Prehistoric carvings like the ‘cup-and-ring’ motifs of Britain and Ireland also occur in other parts of Europe. Similar motifs are found on outcrops and boulders in north-west Spain and Portugal, and tend to be called ‘Atlantic rock art’. Some of these carvings are associated with images of recognisable subjects, such as stags. Cupmarks and cup-and-ring carvings are also found in areas of Norway, Sweden and Denmark. The similarity between the cup-and-ring motifs and the way they were made suggests that Neolithic and Bronze Age communities in all these regions were in contact.
There are several other prehistoric carving traditions in Europe and Scandinavia. The Alpine region is renowned for its images of humans, animals, and weapons, as well as abstract motifs, which date from the Copper Age (from around 3500 BC) to the end of the Iron Age (around 0 BC). These are mainly concentrated in Alpine valleys, such as Valcamonica in northern Italy, which is a UNESCO World Heritage Site. The Mont Bego area in the French Alps Maritime is home to another important collection of over 30,000 prehistoric carvings. Uniquely, these cluster high up the mountainside, around 2000m above sea level.
Prehistoric carvings are also a significant feature of the Scandinavian landscape. Norway and Sweden both have two distinct carving traditions. ‘Northern Tradition’ carvings are found mainly in northern Scandinavia, notably at the Alta World Heritage Site in Norway. Common themes are boats, humans, reindeer, moose and other wild animals, which were carved by hunter-gatherer communities between at least 4500 and 500 BC. In southern Norway and Sweden, ‘Southern Tradition’ carvings were created by farming communities during the Scandinavian Bronze Age (around 1800-500 BC). This carving tradition is famous for its magnificent images of armed warriors and ships, although there are also numerous abstract motifs (including over 30,000 cupmarks!). The best examples of Southern Tradition carvings come from the World Heritage Site of Tanum in southern Sweden.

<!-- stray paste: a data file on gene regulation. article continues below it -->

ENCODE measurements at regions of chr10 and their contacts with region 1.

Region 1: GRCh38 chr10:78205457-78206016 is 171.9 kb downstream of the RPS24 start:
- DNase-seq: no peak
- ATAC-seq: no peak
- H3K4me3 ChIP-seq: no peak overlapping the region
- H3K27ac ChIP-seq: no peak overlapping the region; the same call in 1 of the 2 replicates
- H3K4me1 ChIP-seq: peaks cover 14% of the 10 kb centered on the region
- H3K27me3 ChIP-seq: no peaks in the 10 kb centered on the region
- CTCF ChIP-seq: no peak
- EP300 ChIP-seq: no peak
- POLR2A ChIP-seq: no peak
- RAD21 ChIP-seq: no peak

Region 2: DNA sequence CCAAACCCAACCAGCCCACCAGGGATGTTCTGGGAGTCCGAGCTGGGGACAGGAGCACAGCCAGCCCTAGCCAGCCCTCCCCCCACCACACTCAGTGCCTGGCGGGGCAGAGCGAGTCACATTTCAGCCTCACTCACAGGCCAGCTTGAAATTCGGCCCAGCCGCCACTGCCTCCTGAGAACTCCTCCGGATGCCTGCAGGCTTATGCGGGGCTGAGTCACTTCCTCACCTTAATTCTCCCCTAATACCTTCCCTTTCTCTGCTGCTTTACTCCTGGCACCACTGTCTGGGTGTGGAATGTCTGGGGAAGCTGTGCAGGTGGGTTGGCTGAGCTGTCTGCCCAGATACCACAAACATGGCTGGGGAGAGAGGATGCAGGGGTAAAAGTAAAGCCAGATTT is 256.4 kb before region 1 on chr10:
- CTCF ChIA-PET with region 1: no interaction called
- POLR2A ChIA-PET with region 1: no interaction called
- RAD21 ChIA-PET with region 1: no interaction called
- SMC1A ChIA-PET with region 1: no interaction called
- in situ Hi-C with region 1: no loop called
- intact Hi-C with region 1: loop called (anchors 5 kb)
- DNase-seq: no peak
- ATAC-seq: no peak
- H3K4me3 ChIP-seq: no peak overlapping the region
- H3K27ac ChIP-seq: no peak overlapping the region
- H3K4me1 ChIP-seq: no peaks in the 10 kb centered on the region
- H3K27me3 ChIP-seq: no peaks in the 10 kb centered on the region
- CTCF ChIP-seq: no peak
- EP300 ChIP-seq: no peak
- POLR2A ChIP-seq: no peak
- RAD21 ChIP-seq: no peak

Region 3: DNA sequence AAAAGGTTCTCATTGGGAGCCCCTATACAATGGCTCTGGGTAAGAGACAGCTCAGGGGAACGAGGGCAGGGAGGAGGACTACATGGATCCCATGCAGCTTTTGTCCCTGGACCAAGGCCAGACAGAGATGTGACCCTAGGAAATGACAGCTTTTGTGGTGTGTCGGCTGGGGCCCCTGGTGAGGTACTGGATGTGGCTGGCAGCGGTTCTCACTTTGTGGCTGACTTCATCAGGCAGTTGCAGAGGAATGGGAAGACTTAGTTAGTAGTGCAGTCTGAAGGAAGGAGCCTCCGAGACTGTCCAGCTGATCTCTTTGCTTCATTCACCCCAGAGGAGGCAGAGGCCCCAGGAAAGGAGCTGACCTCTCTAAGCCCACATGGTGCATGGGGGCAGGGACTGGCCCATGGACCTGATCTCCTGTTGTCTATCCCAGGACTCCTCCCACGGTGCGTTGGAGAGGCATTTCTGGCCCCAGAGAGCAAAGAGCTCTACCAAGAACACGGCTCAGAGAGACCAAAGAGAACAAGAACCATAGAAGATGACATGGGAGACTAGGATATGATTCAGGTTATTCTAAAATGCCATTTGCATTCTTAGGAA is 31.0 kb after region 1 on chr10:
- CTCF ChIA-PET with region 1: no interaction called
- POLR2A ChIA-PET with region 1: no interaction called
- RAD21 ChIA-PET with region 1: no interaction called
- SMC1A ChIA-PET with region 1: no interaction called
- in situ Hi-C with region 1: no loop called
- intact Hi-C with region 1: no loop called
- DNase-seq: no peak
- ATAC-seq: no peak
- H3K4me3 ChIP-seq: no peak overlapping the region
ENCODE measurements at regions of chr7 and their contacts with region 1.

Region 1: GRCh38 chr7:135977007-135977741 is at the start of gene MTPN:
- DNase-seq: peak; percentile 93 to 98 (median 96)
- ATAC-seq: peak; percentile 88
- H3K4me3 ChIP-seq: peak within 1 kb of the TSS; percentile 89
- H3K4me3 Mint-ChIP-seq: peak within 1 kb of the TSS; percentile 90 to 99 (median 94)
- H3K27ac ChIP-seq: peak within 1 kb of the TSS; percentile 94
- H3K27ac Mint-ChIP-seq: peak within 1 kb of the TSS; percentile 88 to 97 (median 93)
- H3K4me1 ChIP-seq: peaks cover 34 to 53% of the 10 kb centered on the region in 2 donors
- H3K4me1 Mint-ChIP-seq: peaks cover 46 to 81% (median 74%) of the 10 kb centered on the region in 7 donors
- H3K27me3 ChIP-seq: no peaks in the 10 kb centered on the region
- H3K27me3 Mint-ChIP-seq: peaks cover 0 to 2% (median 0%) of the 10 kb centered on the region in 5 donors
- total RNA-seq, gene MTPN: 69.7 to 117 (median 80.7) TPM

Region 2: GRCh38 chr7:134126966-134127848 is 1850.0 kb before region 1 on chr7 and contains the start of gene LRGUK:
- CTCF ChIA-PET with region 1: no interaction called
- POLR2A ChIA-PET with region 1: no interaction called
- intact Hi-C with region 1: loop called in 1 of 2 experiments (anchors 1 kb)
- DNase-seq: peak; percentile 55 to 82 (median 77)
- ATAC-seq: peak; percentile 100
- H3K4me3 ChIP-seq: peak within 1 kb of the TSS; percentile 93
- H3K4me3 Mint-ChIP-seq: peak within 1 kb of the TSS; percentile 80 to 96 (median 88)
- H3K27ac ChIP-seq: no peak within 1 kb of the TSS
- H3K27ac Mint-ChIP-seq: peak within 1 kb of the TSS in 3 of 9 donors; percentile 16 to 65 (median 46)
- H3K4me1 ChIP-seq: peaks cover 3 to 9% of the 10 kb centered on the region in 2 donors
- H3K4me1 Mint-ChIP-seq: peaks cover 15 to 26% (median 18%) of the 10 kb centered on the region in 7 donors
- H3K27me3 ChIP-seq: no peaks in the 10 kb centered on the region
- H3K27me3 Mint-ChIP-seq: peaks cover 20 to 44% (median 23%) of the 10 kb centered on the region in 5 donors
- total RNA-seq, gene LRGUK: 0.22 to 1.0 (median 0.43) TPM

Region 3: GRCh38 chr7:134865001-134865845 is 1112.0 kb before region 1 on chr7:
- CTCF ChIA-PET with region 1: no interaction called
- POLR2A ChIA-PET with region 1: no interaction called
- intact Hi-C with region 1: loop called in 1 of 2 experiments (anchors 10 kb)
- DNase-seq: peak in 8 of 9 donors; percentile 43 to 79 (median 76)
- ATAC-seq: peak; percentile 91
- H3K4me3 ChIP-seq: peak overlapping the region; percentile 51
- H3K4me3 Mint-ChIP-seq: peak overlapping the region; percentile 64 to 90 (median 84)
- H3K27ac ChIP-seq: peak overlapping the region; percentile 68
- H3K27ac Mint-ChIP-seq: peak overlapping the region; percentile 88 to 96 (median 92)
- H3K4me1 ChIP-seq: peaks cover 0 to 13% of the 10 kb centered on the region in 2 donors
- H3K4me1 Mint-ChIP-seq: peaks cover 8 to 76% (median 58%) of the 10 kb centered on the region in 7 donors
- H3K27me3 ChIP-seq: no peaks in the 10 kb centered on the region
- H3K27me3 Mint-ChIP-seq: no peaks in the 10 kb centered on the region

Rock art is one of the most fascinating and enigmatic traces left by our ancestors. It has been created for thousands of years, and is still produced today in certain parts of the world.
The sensational discovery of prehistoric deer carvings hit the headlines in May 2021. Why was this such an important find?
The term rock art refers to human-made marks or images that are deliberately carved, painted, or sculpted on natural rock surfaces.
About a third of all prehistoric rock art known in Britain is found in Scotland. Most of the carvings are on rocks in the open landscape, but some were also used in monuments or re-used in later structures.
Britain and Ireland share a similar tradition of prehistoric carving. In the British Isles, carvings of cup-and-rings, cup-marks, and similar images were engraved on boulders and outcrops in many parts of the landscape.
Rock art is a global phenomenon. Paintings and carvings have been created for thousands of years on walls, shelters, and rock surfaces in the open air in many parts of the world. Have a glimpse of some wonderful and mysterious rock art in this section.
The oldest written reference to rock art in the British Isles dates back to the 19th century. Interest in Britain's rock art has grown over the decades and it is now a well-established academic subject.
Dating rock art is very challenging. For a long time, it was thought that Scotland's prehistoric carvings were about 4000 years old, but recent research shows that they were probably made at least 5000 years ago in the Neolithic period.